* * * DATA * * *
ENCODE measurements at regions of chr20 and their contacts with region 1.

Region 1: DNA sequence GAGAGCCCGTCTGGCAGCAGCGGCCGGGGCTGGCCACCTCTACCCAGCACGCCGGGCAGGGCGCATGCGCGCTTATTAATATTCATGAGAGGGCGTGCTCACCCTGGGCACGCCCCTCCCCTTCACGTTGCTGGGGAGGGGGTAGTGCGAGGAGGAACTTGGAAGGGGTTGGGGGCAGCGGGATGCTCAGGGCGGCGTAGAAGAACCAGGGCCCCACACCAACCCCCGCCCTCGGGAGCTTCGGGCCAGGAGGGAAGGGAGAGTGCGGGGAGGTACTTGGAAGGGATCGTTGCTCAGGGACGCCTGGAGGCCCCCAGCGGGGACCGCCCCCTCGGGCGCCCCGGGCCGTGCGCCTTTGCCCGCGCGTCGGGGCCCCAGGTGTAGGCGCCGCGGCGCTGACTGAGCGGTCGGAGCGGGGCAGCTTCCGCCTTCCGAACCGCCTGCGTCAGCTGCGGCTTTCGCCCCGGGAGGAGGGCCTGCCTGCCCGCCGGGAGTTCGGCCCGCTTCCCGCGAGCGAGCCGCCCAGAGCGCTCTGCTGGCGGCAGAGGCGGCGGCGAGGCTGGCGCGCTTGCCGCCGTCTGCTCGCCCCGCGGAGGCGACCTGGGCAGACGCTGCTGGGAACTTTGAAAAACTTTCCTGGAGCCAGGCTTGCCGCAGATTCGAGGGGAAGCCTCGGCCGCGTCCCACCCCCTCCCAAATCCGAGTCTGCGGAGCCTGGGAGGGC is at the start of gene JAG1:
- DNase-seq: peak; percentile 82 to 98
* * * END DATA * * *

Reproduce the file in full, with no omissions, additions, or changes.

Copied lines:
ENCODE measurements at regions of chr20 and their contacts with region 1.

Region 1: DNA sequence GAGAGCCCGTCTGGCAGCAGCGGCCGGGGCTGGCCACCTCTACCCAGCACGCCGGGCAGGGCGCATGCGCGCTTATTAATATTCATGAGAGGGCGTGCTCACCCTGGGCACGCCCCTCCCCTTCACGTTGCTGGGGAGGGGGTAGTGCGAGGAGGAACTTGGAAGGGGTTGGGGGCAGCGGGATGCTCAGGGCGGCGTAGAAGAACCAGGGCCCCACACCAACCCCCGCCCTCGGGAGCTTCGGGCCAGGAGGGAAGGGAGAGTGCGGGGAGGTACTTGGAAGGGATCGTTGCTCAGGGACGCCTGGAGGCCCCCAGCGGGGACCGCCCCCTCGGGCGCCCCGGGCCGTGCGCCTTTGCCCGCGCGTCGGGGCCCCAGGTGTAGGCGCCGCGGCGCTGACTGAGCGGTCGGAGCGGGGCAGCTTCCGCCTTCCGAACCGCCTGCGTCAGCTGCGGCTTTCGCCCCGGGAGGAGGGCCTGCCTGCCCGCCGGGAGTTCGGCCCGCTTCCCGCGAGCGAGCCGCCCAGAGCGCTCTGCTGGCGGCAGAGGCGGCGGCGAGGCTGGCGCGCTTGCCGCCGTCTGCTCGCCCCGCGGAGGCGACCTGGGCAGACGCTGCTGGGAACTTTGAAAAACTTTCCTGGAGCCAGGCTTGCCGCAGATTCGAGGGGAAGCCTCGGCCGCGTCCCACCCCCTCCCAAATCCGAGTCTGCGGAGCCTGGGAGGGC is at the start of gene JAG1:
- DNase-seq: peak; percentile 82 to 98